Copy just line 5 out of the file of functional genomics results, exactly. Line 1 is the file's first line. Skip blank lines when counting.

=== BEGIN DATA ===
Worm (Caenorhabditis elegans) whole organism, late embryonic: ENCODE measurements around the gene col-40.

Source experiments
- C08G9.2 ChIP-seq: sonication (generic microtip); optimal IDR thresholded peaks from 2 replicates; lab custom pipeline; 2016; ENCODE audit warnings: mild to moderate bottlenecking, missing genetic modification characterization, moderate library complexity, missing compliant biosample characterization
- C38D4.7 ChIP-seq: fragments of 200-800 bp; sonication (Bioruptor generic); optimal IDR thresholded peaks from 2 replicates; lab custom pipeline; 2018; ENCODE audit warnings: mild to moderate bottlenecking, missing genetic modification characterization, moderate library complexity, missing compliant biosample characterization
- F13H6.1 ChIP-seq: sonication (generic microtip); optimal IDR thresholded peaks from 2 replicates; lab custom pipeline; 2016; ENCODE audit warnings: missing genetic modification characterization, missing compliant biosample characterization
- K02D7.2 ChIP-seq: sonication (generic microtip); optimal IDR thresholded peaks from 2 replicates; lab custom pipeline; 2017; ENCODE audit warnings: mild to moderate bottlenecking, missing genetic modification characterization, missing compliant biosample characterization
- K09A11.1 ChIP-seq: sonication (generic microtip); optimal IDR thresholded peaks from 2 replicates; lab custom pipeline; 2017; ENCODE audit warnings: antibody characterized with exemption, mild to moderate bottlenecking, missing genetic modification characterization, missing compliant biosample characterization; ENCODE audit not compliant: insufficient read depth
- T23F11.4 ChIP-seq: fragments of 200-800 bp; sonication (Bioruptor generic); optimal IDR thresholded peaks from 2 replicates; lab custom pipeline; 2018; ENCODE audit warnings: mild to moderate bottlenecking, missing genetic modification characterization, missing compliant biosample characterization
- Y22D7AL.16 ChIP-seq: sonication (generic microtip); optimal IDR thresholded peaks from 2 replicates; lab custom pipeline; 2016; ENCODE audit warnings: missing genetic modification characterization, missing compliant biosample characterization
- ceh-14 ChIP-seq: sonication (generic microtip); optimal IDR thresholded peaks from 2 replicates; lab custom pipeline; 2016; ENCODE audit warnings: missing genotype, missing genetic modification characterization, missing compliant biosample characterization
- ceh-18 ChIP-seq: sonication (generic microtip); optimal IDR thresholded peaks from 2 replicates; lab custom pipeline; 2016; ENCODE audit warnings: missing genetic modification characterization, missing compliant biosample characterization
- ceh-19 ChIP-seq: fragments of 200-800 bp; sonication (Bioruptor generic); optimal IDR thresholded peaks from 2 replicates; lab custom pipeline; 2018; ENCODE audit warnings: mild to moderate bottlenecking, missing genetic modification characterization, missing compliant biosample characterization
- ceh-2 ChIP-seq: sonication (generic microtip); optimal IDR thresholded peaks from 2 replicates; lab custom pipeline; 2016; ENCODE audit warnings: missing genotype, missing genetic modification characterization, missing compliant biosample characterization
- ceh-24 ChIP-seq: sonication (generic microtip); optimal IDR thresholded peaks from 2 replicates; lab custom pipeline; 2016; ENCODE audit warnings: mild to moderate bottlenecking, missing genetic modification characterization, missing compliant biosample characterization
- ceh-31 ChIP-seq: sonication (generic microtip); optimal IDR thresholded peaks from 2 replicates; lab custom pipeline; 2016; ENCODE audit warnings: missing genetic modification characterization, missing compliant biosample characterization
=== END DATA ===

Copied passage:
- F13H6.1 ChIP-seq: sonication (generic microtip); optimal IDR thresholded peaks from 2 replicates; lab custom pipeline; 2016; ENCODE audit warnings: missing genetic modification characterization, missing compliant biosample characterization